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Fees for South Colony Basin

Colorado 14ers access and fee issues only, please
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Re: Fees for South Colony Basin

Postby Dan England » Sun May 23, 2010 3:09 pm

Thanks for all the thoughtful comments on this everyone. It's nice to see that on such an emotional topic.

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Re: Fees for South Colony Basin

Postby Greenhouseguy » Sun May 30, 2010 7:06 pm

g wrote:Boulderite in favor of fees. :roll: Film at 11.


My wife and I took her shih tzu on the Bobolink Trail in Boulder today. If Boulderites think that 14ers are worth at least $20, then I'd estimate that the Bobolink Trail is worth about 25 cents. If you want to nick the taxpayer for everything, then nick them for EVERYTHING.
"May your boulder be your blessing." - Aron Ralston

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Re: Fees for South Colony Basin

Postby JeffR » Sun May 30, 2010 10:01 pm

And, some ask, isn`t that discriminatory? Doesn`t that place an unfair burden on would-be climbers who are short of resources?

Let`s be honest: If you are planning to climb a fourteener, you`ve almost certainly got a vehicle that can haul it into the high country. You`re going to pay for gas, perhaps some camping gear, energy bars, gorp and plenty of beer afterward. Mountain climbing is a pretty thrifty sport, but it`s not free.

I absolutely adore this argument. "You can afford it. Therefore, logic follows that you should have to pay". Lib-onomics thought-process at its finest.
To recognize the beauty in sadness, without playing host to the pain...
- Under the Sun, "Reflections"

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Re: Fees for South Colony Basin

Postby bking14ers » Mon May 31, 2010 7:51 am

I for one don't mind paying fees to be able to enjoy something, but only if that fee money gets put back directly to the area I am visiting. I think the fees go into a pot, and then get divided up to the area they think may, or may not need it the most. So one area being collected for might not get enough of the money to do any good, so what's the point of the fee anyway? Anytime they collect fees for something, that money usually gets spent somewhere eles. (It's called basic politics). Those mountains would probly only see about 10% of the money collected, if that. And that's a shame. After 5 years of fee collecting all you will see is a run down, unmaintained, initialy overpaid for restroom, and a hole bunch of signs telling you what you can and can't do, and how much money it will cost you if you don't listen.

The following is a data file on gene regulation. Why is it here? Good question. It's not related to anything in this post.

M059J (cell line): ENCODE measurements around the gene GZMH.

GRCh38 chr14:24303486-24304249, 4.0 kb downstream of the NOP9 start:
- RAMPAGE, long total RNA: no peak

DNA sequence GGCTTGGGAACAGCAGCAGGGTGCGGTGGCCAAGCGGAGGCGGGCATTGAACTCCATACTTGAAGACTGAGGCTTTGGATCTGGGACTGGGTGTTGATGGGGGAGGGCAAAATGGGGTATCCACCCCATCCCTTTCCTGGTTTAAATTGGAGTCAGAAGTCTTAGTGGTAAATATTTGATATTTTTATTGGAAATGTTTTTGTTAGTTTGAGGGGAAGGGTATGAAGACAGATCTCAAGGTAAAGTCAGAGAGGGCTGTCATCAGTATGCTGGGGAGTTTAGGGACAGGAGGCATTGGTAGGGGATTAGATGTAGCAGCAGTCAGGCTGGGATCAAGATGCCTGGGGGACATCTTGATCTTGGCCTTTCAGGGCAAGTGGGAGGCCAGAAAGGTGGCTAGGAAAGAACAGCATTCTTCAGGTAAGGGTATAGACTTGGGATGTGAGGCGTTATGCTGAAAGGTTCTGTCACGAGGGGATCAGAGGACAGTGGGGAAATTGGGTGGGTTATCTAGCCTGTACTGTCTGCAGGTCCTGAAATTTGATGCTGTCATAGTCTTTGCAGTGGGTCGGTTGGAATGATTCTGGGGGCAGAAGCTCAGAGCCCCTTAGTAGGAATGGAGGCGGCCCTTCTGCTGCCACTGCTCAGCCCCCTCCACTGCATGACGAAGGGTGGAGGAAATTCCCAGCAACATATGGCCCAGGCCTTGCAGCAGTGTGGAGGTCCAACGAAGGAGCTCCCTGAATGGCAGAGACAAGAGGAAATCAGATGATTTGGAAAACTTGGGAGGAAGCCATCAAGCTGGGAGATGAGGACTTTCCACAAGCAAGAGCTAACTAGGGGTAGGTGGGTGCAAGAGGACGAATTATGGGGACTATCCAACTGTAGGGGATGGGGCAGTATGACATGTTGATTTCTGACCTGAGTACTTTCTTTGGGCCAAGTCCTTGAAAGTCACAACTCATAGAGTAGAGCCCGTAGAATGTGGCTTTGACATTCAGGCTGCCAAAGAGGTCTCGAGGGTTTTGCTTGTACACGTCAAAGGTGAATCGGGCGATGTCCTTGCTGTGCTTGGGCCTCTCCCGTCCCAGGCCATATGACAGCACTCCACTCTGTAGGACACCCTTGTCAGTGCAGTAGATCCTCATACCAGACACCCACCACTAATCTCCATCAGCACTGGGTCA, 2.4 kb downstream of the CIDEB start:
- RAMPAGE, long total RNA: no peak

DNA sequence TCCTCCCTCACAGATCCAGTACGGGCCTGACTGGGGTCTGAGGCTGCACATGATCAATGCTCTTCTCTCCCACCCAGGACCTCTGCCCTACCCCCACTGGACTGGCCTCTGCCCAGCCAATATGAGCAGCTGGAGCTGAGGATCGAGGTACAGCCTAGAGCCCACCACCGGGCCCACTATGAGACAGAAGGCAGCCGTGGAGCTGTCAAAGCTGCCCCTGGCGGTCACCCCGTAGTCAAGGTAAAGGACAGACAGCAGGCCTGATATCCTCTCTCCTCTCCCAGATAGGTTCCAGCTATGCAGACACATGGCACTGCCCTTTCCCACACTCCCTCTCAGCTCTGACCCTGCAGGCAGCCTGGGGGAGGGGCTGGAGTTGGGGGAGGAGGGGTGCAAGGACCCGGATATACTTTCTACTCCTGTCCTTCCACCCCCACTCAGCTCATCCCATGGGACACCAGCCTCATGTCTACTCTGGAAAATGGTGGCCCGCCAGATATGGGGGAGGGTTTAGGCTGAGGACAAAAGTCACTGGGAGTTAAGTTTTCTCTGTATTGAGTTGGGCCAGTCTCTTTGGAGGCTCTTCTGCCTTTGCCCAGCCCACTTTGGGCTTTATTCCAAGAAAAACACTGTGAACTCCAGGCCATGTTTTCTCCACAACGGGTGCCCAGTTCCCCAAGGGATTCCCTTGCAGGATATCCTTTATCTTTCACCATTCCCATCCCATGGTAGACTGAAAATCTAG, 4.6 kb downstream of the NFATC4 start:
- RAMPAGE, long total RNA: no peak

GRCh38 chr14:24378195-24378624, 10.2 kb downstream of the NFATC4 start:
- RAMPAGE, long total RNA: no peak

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Re: Fees for South Colony Basin

Postby schrund » Mon May 31, 2010 8:11 am

I didn't realize the history of this fee "phenomenon". Here's an 11 year dated tretise on the issue:

http://www.fs.fed.us/eco/eco-watch/feeornot99.html

I already miss the old days and driving that historic road~ :?
We did not think of the great open plains, the beautiful rolling hills, and winding streams... as "wild". Only to the white man was nature a "wilderness".
-Luther Standing Bear, Oglala Chief

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Re: Fees for South Colony Basin

Postby FCSquid » Mon May 31, 2010 11:18 am

g wrote:Boulderite in favor of fees. :roll: Film at 11.
I think charging a reasonable fee to climb any fourteener on public land is acceptable.

[...]

anyone who has stood on top of Elbert, Longs, Holy Cross, or the 51 other summits knows that the experience is worth an extra $10 or $20 bucks, especially when you`re helping the mountains themselves.

http://www.dailycamera.com/ci_15184262


Thanks for those 2 minutes of my life I'll never have back, g. I got this far:
"I don`t mind paying taxes, though I strenuously object to our insanely ginormous military. That budget is just an ammo clip shy of equaling that of all other nations` combined; it is nine times larger than that of China, the next country in line; and after our beloved entitlements, it`s the largest single item in the U.S. budget. I abhor our persistent, expensive attempts to make alien nations bend to our will through force.", and found myself drooling on the keyboard with an expressionless stare. Then I realized that I wouldn't be able to muddle through the remainder of the article ...
"Beer is living proof that God loves us and wants us to be happy."
-Benjamin Franklin

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